It doesn’t take a genius to see the problems with that belief. But it does take objectivity and willingness to look outside the confines of your world and paradigm. The fact is that marriages, all relationships really, work just fine (or don’t) across all religious and ethnic and historic boundaries.Atheists, Catholics, Protestants of every flavor, Muslims, Hindus, Buddhists, New Age folks, Pagans, Wiccans, Mormons, Jews, and every combination of these have had great, life-long, healthy marriages throughout history (they’ve also all fucked up a lot of relationships). So what is the constant there? Because it obviously isn’t the Christian God.

Christians think that if their marriage goes wrong, it’s because they aren’t doing Christianity well enough. But even the casual observer can see that that has nothing to do with it. That people without any god at all can manage to do relationships well. God, anyone’s version of it, is not what holds relationships together. Those that say they are only together because of God make me pause and wonder what will happen when their idea of god changes, or if one spouse’s journey leads away from Christianity.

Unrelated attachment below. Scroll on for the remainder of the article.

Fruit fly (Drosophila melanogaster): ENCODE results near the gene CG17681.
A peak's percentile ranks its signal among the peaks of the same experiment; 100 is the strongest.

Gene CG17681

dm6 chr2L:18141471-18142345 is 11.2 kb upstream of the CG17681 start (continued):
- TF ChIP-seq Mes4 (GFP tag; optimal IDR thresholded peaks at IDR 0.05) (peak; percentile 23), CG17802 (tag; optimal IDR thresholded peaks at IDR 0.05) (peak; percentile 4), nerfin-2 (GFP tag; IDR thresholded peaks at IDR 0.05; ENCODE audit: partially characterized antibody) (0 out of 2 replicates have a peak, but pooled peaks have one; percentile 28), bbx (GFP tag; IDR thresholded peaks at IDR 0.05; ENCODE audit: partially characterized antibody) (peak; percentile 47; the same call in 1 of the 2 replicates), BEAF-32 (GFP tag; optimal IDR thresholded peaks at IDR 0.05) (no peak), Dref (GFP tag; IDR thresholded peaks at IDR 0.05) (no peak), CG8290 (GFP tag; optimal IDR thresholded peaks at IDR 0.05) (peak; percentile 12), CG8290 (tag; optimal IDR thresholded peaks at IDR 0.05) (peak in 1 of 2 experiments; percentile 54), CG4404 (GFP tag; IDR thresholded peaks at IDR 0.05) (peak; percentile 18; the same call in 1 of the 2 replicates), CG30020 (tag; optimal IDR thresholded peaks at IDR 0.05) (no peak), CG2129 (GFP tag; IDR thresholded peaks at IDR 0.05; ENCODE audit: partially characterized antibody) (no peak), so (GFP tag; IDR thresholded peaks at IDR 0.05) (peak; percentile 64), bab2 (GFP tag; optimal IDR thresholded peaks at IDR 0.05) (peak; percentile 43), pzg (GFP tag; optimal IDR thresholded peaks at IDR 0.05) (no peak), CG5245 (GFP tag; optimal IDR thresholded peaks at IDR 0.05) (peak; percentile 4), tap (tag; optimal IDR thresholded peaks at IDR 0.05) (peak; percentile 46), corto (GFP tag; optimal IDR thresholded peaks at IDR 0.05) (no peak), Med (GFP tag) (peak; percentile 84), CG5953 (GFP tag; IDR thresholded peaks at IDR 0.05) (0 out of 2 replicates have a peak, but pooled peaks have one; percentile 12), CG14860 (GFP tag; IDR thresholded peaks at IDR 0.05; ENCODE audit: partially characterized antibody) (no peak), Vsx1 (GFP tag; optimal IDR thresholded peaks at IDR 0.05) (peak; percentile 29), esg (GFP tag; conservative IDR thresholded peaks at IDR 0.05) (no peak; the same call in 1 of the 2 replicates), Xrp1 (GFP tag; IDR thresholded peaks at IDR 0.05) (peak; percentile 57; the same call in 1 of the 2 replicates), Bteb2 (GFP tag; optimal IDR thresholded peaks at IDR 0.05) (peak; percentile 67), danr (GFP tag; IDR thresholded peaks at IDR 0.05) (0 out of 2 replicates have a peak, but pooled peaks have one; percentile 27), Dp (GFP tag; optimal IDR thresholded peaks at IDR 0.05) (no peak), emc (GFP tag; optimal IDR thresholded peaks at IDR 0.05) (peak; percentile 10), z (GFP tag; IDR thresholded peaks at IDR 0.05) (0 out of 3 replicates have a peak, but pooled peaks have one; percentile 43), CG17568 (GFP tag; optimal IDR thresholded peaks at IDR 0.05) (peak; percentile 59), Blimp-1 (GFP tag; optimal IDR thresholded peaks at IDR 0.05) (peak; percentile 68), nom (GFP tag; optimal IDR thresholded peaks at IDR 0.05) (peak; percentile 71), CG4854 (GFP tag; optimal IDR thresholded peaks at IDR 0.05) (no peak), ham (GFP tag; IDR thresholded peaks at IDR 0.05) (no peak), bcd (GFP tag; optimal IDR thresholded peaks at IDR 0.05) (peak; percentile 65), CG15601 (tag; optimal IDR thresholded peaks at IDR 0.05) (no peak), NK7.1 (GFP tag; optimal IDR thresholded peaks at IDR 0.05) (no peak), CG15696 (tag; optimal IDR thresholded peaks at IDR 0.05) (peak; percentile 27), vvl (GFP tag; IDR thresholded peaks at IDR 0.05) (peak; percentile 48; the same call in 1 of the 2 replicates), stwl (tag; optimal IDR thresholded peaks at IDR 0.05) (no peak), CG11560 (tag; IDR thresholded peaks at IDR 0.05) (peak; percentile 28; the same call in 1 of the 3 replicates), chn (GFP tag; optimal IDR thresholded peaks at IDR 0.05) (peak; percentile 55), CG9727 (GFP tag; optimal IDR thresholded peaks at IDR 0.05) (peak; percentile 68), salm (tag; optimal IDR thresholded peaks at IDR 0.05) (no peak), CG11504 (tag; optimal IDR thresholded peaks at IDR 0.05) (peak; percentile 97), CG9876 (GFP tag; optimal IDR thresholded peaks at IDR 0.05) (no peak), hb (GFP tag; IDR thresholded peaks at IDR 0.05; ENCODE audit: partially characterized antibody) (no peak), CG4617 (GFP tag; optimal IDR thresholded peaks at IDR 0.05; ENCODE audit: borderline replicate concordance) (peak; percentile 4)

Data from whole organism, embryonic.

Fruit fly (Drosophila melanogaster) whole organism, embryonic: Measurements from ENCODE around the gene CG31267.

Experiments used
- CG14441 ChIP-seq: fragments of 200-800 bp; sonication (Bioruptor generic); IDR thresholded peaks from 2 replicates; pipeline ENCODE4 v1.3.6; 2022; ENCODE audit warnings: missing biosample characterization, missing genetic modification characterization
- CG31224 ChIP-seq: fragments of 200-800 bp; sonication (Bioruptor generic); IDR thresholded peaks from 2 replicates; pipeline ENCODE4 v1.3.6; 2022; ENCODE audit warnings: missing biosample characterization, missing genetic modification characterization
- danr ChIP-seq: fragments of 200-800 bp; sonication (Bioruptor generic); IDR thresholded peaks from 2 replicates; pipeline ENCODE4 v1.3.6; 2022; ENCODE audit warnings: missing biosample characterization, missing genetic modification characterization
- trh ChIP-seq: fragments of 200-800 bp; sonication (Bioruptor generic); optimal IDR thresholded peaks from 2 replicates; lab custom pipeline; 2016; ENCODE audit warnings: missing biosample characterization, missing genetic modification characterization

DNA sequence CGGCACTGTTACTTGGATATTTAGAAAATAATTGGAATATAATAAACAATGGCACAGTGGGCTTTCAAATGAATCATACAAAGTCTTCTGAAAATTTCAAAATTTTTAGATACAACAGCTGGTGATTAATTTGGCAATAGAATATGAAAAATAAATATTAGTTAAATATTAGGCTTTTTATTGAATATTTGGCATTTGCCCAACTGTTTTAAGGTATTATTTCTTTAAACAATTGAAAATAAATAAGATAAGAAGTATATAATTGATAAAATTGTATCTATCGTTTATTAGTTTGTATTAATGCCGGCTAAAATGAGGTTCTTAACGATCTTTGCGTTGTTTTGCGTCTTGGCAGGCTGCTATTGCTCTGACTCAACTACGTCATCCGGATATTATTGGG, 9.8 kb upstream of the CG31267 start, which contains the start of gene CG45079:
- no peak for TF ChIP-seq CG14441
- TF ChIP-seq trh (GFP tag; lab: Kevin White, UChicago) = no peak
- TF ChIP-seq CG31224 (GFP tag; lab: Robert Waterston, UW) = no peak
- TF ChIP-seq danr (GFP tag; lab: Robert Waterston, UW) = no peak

If belief in Jesus causes you to treat one another better and therefore have a more fulfilling relationship, then that’s great! I’m not knocking that at all. But there’s some concerns with that line of thought. To say that belief in your god is *the only thing* that can hold together a marriage is not only false, it’s dismissing of every good marriage outside your paradigm. And it’s concerning to watch people go through highs and lows and to constantly blame the way they treat their spouse on whether they are doing religion correctly or not. Human beings have managed to be respectful, loving, and empathetic, be they Christian or not, and if one cannot be compelled to treat another person in those ways without allegiance to one’s god, then I have to ask why, because non-Christians manage it every single day.

I see my husband as deserving of my respect and empathy, not because a deity declared him so, but because he’s a human being and valued. He values me purely because he loves me and I am worth it as another human being, not because he has to “see Jesus in me” in order to see my worth or because he can’t love me without first loving God.

So while I do think that faith can enhance one’s life and relationship, I can also see where it has been used as a crutch and a get-out-of-jail free card that people use to blame their problems on.